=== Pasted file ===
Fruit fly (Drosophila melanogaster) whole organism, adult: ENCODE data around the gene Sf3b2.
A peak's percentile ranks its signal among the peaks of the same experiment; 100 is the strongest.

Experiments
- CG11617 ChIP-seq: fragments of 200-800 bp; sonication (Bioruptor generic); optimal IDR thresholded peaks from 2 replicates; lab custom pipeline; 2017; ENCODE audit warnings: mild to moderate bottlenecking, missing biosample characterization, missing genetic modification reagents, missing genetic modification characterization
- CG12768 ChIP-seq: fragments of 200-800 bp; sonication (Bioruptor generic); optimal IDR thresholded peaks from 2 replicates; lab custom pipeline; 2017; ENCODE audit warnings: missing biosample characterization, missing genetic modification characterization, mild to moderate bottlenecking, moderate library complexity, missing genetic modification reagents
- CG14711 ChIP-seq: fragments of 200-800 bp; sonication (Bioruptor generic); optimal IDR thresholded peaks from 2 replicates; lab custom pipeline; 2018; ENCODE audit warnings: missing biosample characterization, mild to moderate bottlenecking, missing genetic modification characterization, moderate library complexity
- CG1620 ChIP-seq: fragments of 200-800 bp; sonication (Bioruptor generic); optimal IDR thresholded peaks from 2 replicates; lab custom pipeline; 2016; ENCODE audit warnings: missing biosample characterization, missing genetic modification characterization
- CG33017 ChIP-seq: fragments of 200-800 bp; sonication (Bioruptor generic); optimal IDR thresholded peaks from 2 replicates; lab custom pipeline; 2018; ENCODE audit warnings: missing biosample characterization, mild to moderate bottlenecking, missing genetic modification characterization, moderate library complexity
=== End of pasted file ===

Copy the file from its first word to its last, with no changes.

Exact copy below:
Fruit fly (Drosophila melanogaster) whole organism, adult: ENCODE data around the gene Sf3b2.
A peak's percentile ranks its signal among the peaks of the same experiment; 100 is the strongest.

Experiments
- CG11617 ChIP-seq: fragments of 200-800 bp; sonication (Bioruptor generic); optimal IDR thresholded peaks from 2 replicates; lab custom pipeline; 2017; ENCODE audit warnings: mild to moderate bottlenecking, missing biosample characterization, missing genetic modification reagents, missing genetic modification characterization
- CG12768 ChIP-seq: fragments of 200-800 bp; sonication (Bioruptor generic); optimal IDR thresholded peaks from 2 replicates; lab custom pipeline; 2017; ENCODE audit warnings: missing biosample characterization, missing genetic modification characterization, mild to moderate bottlenecking, moderate library complexity, missing genetic modification reagents
- CG14711 ChIP-seq: fragments of 200-800 bp; sonication (Bioruptor generic); optimal IDR thresholded peaks from 2 replicates; lab custom pipeline; 2018; ENCODE audit warnings: missing biosample characterization, mild to moderate bottlenecking, missing genetic modification characterization, moderate library complexity
- CG1620 ChIP-seq: fragments of 200-800 bp; sonication (Bioruptor generic); optimal IDR thresholded peaks from 2 replicates; lab custom pipeline; 2016; ENCODE audit warnings: missing biosample characterization, missing genetic modification characterization
- CG33017 ChIP-seq: fragments of 200-800 bp; sonication (Bioruptor generic); optimal IDR thresholded peaks from 2 replicates; lab custom pipeline; 2018; ENCODE audit warnings: missing biosample characterization, mild to moderate bottlenecking, missing genetic modification characterization, moderate library complexity